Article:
The Bracket Buster

Where the team everyone's been buzzing about all year long goes up against a solid team that's peaking at the right time, and in a matter of a few hours, the top seed's season is over, and everyone's looking around confused, still not sure if it really happened that way. This was Duke-Arizona in last year's NCAA Tournament, and it was obviously Packers-Giants on Sunday.

New York didn't just sneak by the Packers; they beat them in every phase of the game, and even in the first quarter, you could tell the Packers weren't that sharp, and the Giants were clicking on all cylinders. If Green Bay hadn't gotten lucky on the botched replay review of Greg Jennings' fumble, the game could have gotten out of hand even sooner than it did.

And again: What resonates from that game isn't even the upset, but how normal it feels. We're used to this stuff by now. Where even if a team's clearly better on paper over the course of a season, and even if they're playing at home and just had a week off to prepare, the NFL Playoffs is where we know that none of it matters. At this point, your best bet is to look at who's been playing well recently, who's got a great crunchtime leader, and who's got the best coach. In other words, exactly like betting the NCAA Tournament.

Okay But How Did We Get Here?

Four factors.

  • Injuries. These days the best teams A) have less depth and B) because everyone's bigger and faster, players get injured more often. But this is less about injuries to the teams getting knocked off than injuries to the teams pulling the upsets. Think about the Giants this year and the Packers last year. Both teams had key injuries during the regular season that probably cost them two or three wins, and two or three spots as playoff seeds. When those teams get healthy, though, a fourth-seeded Giants team is suddenly playing more like a No. 2, with the added bonus of momentum as the team finally comes together as a healthy unit.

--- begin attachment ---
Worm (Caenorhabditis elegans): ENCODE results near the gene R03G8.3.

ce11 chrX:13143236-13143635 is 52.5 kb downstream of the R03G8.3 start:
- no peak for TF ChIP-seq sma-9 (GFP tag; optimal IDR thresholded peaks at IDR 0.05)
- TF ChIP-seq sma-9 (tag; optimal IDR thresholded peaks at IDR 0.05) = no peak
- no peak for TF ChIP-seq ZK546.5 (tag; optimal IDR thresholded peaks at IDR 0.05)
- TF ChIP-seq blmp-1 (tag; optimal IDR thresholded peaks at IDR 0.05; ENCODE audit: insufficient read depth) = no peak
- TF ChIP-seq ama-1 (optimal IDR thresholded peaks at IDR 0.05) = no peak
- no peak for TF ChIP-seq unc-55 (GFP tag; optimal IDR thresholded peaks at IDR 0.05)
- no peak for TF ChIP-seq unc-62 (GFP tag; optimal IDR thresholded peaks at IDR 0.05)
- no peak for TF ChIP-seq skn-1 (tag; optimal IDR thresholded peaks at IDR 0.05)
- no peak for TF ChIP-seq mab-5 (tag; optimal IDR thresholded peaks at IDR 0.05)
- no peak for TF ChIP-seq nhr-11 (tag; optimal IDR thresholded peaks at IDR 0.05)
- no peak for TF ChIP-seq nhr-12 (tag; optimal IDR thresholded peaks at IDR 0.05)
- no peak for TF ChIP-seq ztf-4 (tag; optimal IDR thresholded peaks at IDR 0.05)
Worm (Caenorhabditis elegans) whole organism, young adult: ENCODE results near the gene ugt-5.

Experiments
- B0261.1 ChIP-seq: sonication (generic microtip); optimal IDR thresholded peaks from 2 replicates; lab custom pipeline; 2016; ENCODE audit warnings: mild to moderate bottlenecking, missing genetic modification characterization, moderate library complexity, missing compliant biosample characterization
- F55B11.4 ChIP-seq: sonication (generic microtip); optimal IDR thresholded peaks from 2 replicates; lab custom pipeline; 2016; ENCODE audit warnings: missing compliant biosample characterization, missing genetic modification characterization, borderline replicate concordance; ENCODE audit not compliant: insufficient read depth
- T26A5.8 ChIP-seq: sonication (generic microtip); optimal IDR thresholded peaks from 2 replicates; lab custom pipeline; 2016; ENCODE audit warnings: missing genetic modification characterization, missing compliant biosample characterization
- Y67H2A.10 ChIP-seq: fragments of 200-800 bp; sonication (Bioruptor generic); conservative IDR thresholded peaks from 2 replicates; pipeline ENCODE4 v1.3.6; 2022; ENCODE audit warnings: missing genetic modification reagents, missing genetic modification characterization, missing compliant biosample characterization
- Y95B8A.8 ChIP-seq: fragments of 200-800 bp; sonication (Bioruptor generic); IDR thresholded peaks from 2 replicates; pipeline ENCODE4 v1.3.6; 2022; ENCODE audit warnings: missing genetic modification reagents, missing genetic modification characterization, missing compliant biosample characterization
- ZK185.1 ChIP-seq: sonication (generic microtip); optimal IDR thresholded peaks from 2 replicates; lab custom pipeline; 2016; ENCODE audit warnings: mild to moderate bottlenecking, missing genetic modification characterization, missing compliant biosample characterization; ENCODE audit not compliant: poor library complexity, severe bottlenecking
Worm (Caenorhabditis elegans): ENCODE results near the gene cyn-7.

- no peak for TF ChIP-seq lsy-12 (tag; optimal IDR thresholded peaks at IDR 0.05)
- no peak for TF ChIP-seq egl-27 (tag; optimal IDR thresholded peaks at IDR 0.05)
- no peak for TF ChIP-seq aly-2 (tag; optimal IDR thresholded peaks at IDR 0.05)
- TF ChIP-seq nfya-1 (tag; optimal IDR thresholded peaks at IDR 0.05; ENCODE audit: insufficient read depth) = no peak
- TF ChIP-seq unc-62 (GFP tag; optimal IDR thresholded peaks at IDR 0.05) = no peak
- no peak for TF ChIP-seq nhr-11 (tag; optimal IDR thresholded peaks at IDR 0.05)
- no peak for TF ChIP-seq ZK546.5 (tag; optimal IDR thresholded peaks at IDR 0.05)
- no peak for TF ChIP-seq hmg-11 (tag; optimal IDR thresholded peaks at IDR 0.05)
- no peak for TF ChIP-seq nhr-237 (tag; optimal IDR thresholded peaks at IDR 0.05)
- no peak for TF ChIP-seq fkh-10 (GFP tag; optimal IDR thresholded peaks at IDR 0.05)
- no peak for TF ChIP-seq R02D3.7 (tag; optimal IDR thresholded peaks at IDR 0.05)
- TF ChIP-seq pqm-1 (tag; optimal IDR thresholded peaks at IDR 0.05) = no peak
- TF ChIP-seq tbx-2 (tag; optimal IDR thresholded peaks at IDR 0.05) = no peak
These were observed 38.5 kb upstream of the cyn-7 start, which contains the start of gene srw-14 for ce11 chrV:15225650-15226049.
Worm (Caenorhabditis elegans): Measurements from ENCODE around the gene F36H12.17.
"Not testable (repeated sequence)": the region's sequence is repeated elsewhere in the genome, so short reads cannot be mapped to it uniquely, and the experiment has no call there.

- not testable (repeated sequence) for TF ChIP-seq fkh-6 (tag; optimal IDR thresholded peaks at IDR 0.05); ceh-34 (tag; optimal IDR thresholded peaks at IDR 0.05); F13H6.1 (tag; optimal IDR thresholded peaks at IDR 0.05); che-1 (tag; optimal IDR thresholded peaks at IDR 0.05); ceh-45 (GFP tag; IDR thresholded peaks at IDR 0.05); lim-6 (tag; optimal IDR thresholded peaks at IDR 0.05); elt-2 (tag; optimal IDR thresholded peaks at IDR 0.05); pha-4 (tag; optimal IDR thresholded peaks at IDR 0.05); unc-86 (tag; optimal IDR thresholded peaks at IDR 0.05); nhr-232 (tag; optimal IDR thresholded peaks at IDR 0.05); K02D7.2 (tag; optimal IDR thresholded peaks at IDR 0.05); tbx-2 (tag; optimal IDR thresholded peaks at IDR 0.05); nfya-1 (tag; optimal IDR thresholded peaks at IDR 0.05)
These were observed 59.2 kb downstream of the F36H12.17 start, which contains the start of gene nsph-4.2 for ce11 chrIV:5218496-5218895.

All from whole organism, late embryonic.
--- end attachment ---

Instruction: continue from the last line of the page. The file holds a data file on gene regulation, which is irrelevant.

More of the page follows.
• The death of home field advantage. An underdog Giants team winning at Lambeau was surprising, but not unthinkable. Same with the Jets dominating at Foxborough last year. Either teams have gotten better at traveling, or new stadiums are less intimidating to visitors. Maybe a little bit of both. In any case, picking a team to pull off an upset on the road isn't nearly as big of a risk as it might have been ten years ago.
  • Passing game. Not to stretch the March Madness analogy too thin, but the rules changes to promote the passing game are kinda like the way three-pointers work in college basketball. Suddenly, even average offenses can score a ton of points on the right day. Just ask Alex Smith.
  • Parity. Ah, the buzzword of the season. It can't be avoided, at least in this sense--even the "dominant" teams of this era have gaping holes in them. For the Packers it was their godawful defense. For the Patriots last year it was their lack of playmakers on offense. In the era of free agency, it's less that everyone's equally good, but that even the best teams can be beaten on any given day, because it's just impossible to put together a team that dominates every phase of the game.

Finally...

Is This A Good Thing?

This depends. Parity can become frustrating if you're looking for the playoffs to crown a definitive champion. Were the '09 Saints really better than the '09 Colts? Were the Steelers really better than the Patriots last year? Could the Giants beat the Packers if they played again tomorrow? When upsets become so common that they're predictable, on some level you come back to the same criticisms facing college hoops: The regular season's basically meaningless and the postseason's basically a crapshoot.

But if you're looking for the Best Team, then you're missing the best part. The NFL Playoffs have become a beautiful mess of chaos and drama the likes of which pro sports has never seen. Don't watch expecting to find out "Who Wants It More"; watch because there's a good chance you'll see something completely insane. The games are all closer than they should be, the biggest favorites are on upset-watch every week, and even the experts are basically just reduced to guessing. The most popular sport in America has become a monument to anarchy. The NFL's playoff product isn't even really about football at this point; it's the madness that makes it irresistible.

Now we've reached the Final Four, and the Patriots and Giants look like they're on a collision course for a rematch of the game that started all this. Or maybe the 49ers and Ravens beat the crap out of Eli and Brady, and we end up with a defensive stand-off in the Super Bowl.

Either way, this weekend and beyond, we really have no idea what's next.

And in sports, that's about as perfect as it gets.